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the Editor Austin
From the Editor
Car-Free World covers alternative transportation, especially bicycling. We're not opposed to cars, we're opposed to the car culture. CFW is published sporadically, and may be discontinued at any time without notice. We currently have over 600 subscribers.
Articles are by the editor if uncredited. Articles by others may have been edited for grammar, clarity, conciseness, superstition, or just for the hell of it.
Most of you know that I've published this newsletter and managed BicycleAustin.info and BicycleSafe.com for years as a volunteer effort. I lived off savings while doing this, but now those savings are nearly gone. (They were supposed to last a lot longer, but you all know about the stock market these days.) I've spent probably thousands of hours on the website and related projects, and obviously I'd have a lot more money now if I'd spent that time working at a job instead. But I chose bicycle advocacy over income, and I don't regret it.
I'll bet that many of you would have preferred to have done this type of work as well, but your situation didn't allow for it. So if you're glad that someone else went ahead and provided these resources, you now have the opportunity to support these efforts financially, if you so choose. The buttons below allow you to send your love offering with a credit card or with a check. (Yes, you can actually "send" a check online. Go figure.)
As a special thank-you, any amount of at least $2/mo. or $25/yr. gets you your own BicycleAustin.com email address (e.g., John@BicycleAustin.info"). Here's more details on the email offer.
Of course, this is completely optional, and I intend to continue making my online resources available for free, to everyone. Whether you choose to share your hard-earned cash or not, what's important is that you share a vision of a world not completely dominated by the car culture. And that's so important to me that I can't put a price on it.
the level of support that's best for
Choose the level of support that's best for you.
Alert readers will notice that I changed the title of the newsletter from "Car-Free Austin" to "Car-Free World", to better reflect the fact that most of the content is relevant to people outside my home base. But while checking to see if the new name was already taken, I got some very strange results when searching Google for "Car-Free World". The top match is CarFreeDay.com, which has apparently been taken over by a porn site.
Those of you on the austin-bikes email list suffered through a massive debate between monorail supporters and opponents over the last few months. (The furor has finally seemed to subside, as the arguments got repetitive.) Those lucky enough to miss to miss all the fun can read the summarized arguments on our special Monorail page.
On that page you'll also find a survey asking whether you prefer Monorail, Light Rail, or Neither. The informal survey has been running for about a month or so, and the results so far are:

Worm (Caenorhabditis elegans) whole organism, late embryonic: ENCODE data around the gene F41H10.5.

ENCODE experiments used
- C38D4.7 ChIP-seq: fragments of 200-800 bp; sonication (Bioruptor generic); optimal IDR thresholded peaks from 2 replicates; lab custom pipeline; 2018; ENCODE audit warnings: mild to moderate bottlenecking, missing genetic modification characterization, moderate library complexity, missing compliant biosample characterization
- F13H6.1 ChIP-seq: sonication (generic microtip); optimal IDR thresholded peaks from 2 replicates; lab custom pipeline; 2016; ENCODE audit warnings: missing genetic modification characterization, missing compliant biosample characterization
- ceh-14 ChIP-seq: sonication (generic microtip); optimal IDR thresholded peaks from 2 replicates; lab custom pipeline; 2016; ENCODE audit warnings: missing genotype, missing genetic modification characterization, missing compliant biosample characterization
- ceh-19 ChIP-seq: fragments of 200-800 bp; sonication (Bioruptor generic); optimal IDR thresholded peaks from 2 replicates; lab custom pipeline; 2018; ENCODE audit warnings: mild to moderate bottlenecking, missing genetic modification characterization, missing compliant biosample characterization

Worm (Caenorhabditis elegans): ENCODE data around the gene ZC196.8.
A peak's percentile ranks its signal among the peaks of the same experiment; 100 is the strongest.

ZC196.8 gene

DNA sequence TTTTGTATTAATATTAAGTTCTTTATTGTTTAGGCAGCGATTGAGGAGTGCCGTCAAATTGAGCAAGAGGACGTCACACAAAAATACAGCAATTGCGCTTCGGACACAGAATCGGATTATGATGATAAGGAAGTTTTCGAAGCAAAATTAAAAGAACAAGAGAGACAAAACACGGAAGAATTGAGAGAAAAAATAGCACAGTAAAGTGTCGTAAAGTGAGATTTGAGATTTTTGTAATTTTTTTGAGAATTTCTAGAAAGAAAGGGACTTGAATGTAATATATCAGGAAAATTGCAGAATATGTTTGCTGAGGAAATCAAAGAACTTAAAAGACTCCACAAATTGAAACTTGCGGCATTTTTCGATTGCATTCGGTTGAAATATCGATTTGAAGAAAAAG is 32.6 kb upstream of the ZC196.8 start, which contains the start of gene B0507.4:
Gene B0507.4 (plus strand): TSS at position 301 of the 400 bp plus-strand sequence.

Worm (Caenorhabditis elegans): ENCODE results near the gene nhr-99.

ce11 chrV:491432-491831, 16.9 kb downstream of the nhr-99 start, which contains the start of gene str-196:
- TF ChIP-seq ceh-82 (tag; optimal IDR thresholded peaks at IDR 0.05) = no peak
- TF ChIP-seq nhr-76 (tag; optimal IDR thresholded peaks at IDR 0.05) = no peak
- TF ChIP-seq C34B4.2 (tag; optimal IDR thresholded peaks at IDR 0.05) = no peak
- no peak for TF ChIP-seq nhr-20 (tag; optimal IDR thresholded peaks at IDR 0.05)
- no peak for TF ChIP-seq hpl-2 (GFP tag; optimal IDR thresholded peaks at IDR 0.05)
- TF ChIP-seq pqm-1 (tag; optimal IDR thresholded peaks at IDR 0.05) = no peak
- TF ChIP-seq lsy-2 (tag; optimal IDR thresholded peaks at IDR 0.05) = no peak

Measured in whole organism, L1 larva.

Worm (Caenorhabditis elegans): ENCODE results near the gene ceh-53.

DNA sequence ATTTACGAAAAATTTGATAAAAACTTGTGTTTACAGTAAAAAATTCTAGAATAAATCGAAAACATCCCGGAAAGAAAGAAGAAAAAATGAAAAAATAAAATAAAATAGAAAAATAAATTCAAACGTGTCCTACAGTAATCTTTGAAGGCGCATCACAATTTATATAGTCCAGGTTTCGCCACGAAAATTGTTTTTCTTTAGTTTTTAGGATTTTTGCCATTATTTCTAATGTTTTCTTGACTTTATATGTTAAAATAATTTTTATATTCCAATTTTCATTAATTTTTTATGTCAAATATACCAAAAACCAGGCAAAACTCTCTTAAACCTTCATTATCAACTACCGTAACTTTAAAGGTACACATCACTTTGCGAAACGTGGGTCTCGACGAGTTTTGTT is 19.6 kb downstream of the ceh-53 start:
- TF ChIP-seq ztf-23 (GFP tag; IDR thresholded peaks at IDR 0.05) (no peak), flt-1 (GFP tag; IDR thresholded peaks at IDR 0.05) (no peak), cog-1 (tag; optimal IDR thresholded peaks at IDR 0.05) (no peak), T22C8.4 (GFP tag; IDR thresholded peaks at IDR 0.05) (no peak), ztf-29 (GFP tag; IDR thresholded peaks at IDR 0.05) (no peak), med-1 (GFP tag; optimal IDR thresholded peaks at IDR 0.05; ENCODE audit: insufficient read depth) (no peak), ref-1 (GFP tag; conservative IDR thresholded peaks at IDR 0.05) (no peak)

Light Rail: 23, Monorail: 30, Neither: 7, and Undecided: 2.
Of course, given that I'm polling visitors to BicycleAustin.info, the demographics are obviously skewed. My own feeling is that worrying about WHICH kind of rail system we build is not nearly as important as our need to make sure we build SOME kind of rail system. In any event, even assuming there were widespread public support for monorail, there currently aren't any plans to get monorail on the ballot, so it could be a moot point anyway.
Alvord's book recommends the "circle game," a five-step plan that Austin bike advocate Michael Bluejay has included in his on-line newsletters at http:// BicycleAustin.info over the years.
While it's always nice to have a plug for the site and the newsletter from the Statesman (especially given how mercilessly I criticize their reporting), I'd never actually heard of the "circle game" nor the five-step plan, much less included them in this newsletter.
John Kelso rides a bike
Many local cyclists were outraged when John Kelso recently poked fun at cyclists in his July 9 humor column in the Austin American-Statesman. This is not the first time this has happened; a February 6, 2001 column by Mr. Kelso entitled "Let bicyclists pester cows instead of me" brought out a similar volley of indigant "How dare he!" responses on the local bike email discussion list, along with calls to boycott the paper, etc.
But my reaction is probably not the one that many folks expected me to have. While I feel strongly that the Statesman is a fairly low-quality paper, particularly in its coverage of cycling issues, Kelso's columns were simply jokes. In fact, if one reads the original column carefully without having a knee-jerk reaction to the bicycle jokes, it's clear that Kelso agreed that last year's bill which would have banned certain bicyclists from country roads was a bad idea. ("How about this silly bicycle bill being peddled by state Sen. Jeff Wentworth? ...that doesn't mean bicyclists should be banned from country roads in favor of mowing equipment, does it?") As I said on the email list at the time: